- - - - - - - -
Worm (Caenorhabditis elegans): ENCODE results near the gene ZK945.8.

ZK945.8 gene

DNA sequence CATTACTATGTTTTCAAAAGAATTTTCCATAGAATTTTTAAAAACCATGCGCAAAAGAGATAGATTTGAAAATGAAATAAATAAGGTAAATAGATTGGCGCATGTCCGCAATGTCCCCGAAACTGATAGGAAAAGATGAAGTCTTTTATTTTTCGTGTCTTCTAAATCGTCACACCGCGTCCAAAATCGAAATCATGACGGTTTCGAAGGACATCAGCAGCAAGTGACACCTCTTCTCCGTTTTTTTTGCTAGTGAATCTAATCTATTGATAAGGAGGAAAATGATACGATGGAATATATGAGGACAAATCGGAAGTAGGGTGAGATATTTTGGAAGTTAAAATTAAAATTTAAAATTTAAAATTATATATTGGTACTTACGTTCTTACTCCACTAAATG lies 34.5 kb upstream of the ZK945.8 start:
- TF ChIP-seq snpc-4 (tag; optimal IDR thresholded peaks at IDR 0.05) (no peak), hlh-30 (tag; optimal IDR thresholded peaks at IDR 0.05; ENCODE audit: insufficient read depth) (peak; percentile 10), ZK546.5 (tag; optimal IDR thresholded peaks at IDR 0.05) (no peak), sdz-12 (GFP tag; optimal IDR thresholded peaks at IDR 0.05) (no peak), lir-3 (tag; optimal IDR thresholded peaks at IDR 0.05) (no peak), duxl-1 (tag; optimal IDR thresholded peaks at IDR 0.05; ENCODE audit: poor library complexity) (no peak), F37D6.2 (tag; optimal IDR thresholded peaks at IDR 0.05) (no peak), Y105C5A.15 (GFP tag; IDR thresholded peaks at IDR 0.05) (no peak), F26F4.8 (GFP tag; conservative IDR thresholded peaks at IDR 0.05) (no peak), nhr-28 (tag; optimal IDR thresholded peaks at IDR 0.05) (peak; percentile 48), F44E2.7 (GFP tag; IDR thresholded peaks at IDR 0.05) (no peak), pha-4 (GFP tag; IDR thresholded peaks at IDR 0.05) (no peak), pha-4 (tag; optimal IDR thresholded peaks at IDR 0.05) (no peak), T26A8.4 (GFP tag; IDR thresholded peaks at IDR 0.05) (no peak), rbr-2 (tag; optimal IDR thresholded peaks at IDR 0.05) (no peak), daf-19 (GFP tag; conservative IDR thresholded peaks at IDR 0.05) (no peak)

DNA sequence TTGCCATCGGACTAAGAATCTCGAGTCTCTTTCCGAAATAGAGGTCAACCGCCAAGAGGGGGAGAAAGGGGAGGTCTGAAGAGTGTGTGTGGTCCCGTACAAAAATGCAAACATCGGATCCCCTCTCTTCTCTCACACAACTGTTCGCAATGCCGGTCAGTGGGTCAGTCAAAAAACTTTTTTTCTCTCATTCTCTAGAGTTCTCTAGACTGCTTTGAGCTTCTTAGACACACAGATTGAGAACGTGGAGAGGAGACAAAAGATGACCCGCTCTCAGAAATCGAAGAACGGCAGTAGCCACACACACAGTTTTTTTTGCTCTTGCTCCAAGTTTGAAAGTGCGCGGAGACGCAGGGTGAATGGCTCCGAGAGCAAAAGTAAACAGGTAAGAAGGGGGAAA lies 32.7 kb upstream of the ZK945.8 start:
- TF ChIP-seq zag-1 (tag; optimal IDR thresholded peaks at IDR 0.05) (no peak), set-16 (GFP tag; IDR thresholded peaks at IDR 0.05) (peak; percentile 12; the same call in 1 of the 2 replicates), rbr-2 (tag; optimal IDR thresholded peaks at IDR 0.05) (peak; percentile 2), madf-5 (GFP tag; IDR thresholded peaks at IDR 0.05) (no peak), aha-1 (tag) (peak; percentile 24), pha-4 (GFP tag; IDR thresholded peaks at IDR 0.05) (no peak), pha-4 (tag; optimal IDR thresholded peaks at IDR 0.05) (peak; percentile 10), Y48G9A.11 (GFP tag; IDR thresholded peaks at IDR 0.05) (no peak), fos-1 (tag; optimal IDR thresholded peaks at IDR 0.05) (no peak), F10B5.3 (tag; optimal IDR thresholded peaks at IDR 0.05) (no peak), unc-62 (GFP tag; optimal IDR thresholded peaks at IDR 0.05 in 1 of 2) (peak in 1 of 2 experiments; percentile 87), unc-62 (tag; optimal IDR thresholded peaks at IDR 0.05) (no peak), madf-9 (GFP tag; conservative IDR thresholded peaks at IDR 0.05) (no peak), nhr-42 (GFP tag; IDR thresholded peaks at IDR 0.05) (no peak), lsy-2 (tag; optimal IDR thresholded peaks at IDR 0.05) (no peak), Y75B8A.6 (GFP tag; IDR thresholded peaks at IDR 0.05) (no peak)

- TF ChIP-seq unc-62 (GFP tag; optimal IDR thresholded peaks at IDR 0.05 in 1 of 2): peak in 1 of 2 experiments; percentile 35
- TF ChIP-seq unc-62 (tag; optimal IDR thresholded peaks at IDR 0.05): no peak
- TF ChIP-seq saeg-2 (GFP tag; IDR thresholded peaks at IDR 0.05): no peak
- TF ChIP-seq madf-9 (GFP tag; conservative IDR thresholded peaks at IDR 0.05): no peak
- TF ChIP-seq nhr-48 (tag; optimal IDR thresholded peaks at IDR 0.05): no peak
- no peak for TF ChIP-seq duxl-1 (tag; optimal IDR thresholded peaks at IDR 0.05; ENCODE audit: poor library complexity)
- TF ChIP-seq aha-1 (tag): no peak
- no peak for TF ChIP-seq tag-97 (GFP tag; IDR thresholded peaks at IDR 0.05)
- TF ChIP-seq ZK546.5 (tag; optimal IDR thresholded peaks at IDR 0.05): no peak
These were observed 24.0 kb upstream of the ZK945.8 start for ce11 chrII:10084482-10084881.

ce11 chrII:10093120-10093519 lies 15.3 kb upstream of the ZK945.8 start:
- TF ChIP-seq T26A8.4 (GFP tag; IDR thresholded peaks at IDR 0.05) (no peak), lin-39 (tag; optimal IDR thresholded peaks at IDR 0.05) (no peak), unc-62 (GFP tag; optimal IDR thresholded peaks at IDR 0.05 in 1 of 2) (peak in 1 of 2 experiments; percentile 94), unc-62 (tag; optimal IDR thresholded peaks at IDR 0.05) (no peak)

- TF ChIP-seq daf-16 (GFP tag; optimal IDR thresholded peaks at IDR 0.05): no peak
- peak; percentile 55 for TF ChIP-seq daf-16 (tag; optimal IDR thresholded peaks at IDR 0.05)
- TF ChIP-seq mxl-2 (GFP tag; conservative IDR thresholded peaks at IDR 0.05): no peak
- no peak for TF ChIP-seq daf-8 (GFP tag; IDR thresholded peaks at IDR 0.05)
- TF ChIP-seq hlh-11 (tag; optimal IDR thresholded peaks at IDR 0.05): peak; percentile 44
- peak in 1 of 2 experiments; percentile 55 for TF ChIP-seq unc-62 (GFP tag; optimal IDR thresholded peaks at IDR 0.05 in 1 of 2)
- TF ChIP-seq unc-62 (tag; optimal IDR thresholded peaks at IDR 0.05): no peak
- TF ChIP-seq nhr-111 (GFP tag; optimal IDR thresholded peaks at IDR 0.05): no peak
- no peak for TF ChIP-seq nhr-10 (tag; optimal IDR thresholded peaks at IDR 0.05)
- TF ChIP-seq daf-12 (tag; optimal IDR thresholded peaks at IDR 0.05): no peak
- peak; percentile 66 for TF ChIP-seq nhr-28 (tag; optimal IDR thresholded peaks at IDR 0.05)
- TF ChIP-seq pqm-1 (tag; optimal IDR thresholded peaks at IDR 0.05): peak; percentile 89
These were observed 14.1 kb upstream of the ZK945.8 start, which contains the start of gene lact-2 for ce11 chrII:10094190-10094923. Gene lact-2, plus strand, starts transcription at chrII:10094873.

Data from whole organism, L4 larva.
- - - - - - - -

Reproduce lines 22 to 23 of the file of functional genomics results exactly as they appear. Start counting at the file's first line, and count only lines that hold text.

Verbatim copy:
- no peak for TF ChIP-seq daf-8 (GFP tag; IDR thresholded peaks at IDR 0.05)
- TF ChIP-seq hlh-11 (tag; optimal IDR thresholded peaks at IDR 0.05): peak; percentile 44